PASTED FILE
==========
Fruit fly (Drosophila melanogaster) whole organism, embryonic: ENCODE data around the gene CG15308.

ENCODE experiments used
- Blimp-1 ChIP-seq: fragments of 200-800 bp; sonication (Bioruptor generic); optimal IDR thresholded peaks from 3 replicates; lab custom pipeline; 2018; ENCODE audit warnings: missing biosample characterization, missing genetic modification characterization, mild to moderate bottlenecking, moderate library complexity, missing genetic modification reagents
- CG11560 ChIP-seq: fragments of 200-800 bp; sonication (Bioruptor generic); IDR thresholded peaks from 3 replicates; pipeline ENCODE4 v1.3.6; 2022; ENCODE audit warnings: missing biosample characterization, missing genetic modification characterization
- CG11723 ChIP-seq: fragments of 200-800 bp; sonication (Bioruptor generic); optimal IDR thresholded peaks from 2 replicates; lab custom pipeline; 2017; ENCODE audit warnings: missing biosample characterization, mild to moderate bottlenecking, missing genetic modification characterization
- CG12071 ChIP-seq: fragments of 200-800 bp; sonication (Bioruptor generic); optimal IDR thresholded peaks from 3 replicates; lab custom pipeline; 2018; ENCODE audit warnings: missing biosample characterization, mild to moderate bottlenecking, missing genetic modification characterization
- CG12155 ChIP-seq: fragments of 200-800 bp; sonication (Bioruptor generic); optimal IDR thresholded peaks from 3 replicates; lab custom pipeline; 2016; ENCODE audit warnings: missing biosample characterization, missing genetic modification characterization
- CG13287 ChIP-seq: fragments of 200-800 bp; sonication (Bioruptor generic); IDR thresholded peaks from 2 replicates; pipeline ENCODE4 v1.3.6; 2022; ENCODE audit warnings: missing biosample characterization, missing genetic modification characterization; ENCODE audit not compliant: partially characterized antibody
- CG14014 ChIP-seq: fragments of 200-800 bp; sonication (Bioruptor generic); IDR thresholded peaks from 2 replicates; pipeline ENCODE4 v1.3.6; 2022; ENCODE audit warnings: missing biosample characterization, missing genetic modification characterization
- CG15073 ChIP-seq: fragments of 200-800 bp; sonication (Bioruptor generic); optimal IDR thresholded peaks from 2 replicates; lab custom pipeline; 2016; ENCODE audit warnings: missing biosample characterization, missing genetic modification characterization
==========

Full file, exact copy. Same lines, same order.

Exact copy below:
Fruit fly (Drosophila melanogaster) whole organism, embryonic: ENCODE data around the gene CG15308.

ENCODE experiments used
- Blimp-1 ChIP-seq: fragments of 200-800 bp; sonication (Bioruptor generic); optimal IDR thresholded peaks from 3 replicates; lab custom pipeline; 2018; ENCODE audit warnings: missing biosample characterization, missing genetic modification characterization, mild to moderate bottlenecking, moderate library complexity, missing genetic modification reagents
- CG11560 ChIP-seq: fragments of 200-800 bp; sonication (Bioruptor generic); IDR thresholded peaks from 3 replicates; pipeline ENCODE4 v1.3.6; 2022; ENCODE audit warnings: missing biosample characterization, missing genetic modification characterization
- CG11723 ChIP-seq: fragments of 200-800 bp; sonication (Bioruptor generic); optimal IDR thresholded peaks from 2 replicates; lab custom pipeline; 2017; ENCODE audit warnings: missing biosample characterization, mild to moderate bottlenecking, missing genetic modification characterization
- CG12071 ChIP-seq: fragments of 200-800 bp; sonication (Bioruptor generic); optimal IDR thresholded peaks from 3 replicates; lab custom pipeline; 2018; ENCODE audit warnings: missing biosample characterization, mild to moderate bottlenecking, missing genetic modification characterization
- CG12155 ChIP-seq: fragments of 200-800 bp; sonication (Bioruptor generic); optimal IDR thresholded peaks from 3 replicates; lab custom pipeline; 2016; ENCODE audit warnings: missing biosample characterization, missing genetic modification characterization
- CG13287 ChIP-seq: fragments of 200-800 bp; sonication (Bioruptor generic); IDR thresholded peaks from 2 replicates; pipeline ENCODE4 v1.3.6; 2022; ENCODE audit warnings: missing biosample characterization, missing genetic modification characterization; ENCODE audit not compliant: partially characterized antibody
- CG14014 ChIP-seq: fragments of 200-800 bp; sonication (Bioruptor generic); IDR thresholded peaks from 2 replicates; pipeline ENCODE4 v1.3.6; 2022; ENCODE audit warnings: missing biosample characterization, missing genetic modification characterization
- CG15073 ChIP-seq: fragments of 200-800 bp; sonication (Bioruptor generic); optimal IDR thresholded peaks from 2 replicates; lab custom pipeline; 2016; ENCODE audit warnings: missing biosample characterization, missing genetic modification characterization